Leslie George Ching

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Leslie George Ching, 1892-1919, is one of the eight Stoke men known to have died in World War One. He is commemorated on the Stoke Memorial Gates.

ChingLeslie George Ching. Image courtesy Gary Ching.
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Leslie  was one of three brothers who served in the New Zealand Expeditionary Force (NZEF) in WW1.  He was born on 4 April 1892 in Stoke, the third child of Charles and Sarah Jane (née Norgate) Ching.

Leslie grew up to be a telegraph linesman with the Post & Telegraph Department.

Ching and cricketersLeslie and his brothers were keen cricketers. He is the first seated player on the left. Also in this photograph are his brother Herbert (seated, third from right) and, standing at the back, his uncles Wilfred and Henry. Image courtesy Maree Powell.
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He enlisted with the NZEF on 3 August 1915 and is recorded as being a towering 6’ 3.5” in height, weighing 182 lb and with a 34 to 37.5 inch chest measurement.  He is described as having blue eyes, black hair and a fresh complexion.  

On enlistment Leslie became 4/1034 Sapper Ching with the New Zealand Engineers and by 14 August 1915, he was embarking at Wellington aboard the Willochra (HMNZT 27), bound for Egypt as one of the New Zealand Expeditionary Forces’ 6th Reinforcements.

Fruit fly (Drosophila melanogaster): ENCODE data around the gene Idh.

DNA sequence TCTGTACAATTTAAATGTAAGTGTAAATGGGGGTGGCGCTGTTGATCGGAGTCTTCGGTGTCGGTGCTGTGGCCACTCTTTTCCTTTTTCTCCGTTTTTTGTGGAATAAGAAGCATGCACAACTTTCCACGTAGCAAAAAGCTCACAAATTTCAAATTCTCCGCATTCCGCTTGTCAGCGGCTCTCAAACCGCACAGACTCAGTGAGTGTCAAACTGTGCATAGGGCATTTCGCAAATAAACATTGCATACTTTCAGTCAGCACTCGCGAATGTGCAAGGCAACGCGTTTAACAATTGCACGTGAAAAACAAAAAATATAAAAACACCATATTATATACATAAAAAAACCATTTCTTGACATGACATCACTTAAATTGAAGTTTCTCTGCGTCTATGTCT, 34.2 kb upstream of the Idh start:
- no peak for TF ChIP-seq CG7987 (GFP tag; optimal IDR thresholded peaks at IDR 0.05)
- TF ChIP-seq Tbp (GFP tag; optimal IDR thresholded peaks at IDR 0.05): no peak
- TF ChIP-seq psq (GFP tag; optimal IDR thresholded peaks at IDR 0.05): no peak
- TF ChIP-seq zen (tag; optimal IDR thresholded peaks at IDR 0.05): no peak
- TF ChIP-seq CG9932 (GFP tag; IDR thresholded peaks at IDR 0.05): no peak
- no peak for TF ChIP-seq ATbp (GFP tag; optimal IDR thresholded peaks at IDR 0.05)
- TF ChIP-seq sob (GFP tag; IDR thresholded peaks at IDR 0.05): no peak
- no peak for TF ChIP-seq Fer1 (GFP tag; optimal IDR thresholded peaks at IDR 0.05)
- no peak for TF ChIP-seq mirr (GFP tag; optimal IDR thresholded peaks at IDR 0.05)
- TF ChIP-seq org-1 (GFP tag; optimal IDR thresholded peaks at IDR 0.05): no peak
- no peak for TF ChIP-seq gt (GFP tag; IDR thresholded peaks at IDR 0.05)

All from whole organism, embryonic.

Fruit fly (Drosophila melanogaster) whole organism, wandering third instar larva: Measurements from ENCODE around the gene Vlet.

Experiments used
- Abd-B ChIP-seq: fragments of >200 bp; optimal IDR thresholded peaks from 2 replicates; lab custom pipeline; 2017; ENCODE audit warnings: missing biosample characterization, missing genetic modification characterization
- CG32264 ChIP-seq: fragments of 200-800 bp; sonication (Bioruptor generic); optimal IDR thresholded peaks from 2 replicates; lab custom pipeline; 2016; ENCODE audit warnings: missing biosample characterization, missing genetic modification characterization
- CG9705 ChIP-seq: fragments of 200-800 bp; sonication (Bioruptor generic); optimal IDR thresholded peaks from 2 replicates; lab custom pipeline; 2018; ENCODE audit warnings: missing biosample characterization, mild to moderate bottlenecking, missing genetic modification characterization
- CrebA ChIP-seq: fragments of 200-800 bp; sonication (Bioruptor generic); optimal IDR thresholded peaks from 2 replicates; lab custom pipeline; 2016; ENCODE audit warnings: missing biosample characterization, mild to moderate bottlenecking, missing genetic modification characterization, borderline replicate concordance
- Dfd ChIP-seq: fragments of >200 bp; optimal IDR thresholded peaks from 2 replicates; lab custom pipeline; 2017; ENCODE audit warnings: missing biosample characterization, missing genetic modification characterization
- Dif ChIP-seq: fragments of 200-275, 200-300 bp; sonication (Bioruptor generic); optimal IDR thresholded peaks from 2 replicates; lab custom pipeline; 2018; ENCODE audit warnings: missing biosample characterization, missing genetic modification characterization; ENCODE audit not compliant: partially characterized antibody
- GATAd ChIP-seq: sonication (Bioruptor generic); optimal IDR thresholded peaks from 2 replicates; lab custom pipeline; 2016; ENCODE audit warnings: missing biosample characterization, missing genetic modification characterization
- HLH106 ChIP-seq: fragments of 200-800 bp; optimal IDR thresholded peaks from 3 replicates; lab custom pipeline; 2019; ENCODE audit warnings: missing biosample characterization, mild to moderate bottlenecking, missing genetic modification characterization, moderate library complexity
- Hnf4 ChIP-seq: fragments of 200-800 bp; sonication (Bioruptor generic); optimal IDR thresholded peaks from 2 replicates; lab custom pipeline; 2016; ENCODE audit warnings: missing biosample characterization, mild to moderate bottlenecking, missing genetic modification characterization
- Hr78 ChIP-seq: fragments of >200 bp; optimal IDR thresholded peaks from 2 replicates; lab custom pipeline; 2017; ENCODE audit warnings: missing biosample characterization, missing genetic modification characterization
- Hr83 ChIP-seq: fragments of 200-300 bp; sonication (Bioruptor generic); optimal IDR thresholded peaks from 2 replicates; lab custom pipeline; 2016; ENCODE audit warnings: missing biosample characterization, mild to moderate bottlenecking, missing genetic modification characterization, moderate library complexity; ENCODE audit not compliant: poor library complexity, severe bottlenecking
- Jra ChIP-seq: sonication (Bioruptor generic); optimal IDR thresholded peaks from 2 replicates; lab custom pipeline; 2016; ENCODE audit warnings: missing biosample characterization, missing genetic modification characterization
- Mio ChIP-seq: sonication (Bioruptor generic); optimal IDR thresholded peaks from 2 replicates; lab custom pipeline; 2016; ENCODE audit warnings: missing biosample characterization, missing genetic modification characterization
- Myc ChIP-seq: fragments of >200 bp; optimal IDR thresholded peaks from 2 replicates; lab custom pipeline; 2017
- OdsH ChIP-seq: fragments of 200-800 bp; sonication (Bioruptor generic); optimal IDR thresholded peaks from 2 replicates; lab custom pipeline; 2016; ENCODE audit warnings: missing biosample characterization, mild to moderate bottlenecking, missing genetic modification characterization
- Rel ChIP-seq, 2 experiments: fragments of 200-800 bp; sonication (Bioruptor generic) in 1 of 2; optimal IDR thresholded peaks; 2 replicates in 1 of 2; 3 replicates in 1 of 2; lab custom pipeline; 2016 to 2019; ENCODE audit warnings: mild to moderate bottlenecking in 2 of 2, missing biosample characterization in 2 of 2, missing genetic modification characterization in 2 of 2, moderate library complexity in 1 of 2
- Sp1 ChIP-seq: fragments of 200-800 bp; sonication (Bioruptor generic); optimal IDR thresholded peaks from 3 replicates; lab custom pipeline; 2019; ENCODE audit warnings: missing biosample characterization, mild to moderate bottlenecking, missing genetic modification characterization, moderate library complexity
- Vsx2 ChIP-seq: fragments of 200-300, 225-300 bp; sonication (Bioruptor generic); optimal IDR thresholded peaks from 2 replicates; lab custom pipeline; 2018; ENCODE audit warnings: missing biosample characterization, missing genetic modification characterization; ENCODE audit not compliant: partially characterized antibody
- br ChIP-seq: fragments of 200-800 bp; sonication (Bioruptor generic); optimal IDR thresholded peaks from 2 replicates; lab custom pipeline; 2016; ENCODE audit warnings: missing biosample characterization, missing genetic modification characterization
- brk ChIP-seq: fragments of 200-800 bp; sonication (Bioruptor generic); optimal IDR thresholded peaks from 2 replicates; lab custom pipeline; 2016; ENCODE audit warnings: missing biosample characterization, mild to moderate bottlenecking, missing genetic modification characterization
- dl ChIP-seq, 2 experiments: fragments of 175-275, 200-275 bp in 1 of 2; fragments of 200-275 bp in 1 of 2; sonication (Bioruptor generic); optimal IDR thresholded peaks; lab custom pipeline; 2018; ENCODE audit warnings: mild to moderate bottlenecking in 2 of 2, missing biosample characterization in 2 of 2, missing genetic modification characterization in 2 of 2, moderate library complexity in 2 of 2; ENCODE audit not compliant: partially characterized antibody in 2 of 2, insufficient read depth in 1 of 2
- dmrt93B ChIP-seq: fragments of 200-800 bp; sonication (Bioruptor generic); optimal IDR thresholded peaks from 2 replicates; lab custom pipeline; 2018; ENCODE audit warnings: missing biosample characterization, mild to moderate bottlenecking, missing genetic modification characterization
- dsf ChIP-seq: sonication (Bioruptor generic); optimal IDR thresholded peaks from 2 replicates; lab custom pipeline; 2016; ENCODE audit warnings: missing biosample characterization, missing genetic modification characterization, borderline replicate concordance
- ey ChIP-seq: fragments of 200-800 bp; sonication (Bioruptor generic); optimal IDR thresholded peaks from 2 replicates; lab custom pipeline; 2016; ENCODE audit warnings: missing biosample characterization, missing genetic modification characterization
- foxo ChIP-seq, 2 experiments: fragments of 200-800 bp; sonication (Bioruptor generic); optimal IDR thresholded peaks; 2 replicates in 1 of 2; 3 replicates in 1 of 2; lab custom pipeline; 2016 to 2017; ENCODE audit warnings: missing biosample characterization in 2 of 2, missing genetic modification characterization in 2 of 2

He arrived in Egypt on 19 September and, from 26 October, he was on active service at Gallipoli.  From 10 December, until he rejoined his unit on 9 February 1916, Leslie was suffering from, and being treated for, enteritis (dysentery) in first, the NZ General Hospital in Cairo and subsequently Lady Godly’s convalescent hospital in Zeitoun.  A month later Leslie was transferred to the 2nd Battalion Canterbury Regiment which was part of the NZ Division’s 2nd NZ Infantry Brigade.  On 7 April his unit embarked on the S.S. Canada at Port Said, bound for France.  By mid-May, Leslie and his unit were back in the front line in the neighbourhood of Armentières where they remained from May to August, 1916 and where their main duties were to guard the Armentieres and Sailly sectors.

Leslie’s unit then took part in the Battle of Flers-Courcelette which was 3rd phase of the Battle of the Somme and in which two other men from Stoke, Guy Giblin and Albert Cresswell, were killed (Albert and Leslie were second cousins). Leslie himself was wounded in action on 16 September 1916 and found himself in the 9th General Hospital in Rouen three days later.  By 4 October he was able to rejoin his unit.

From 2 April 1917, the second half of Leslie’s overseas service began when he was attached to the NZ Engineers’ Divisional Signals Company and spent several days that month on a signalling course.  Leslie remained with this company for the rest of his service apart from a period in mid-May to early June when he was back in hospital, this time suffering from dyspepsia.  Also, from 21 January 1918 he was granted leave in the UK, rejoining his unit on 5 February.  Latterly, he had some respite in the 3rd Army Rest Camp between 17 September and 3 October that year.

Having survived the war, Leslie was discharged to the UK on 1 January 1919.  While on leave there he caught Spanish influenza and died of pneumonia in Edinburgh’s military hospital on 22 Jan 1919.

His brothers, Herbert Charles (31468) and Mostyn Roy (24341) both survived the war.

2015

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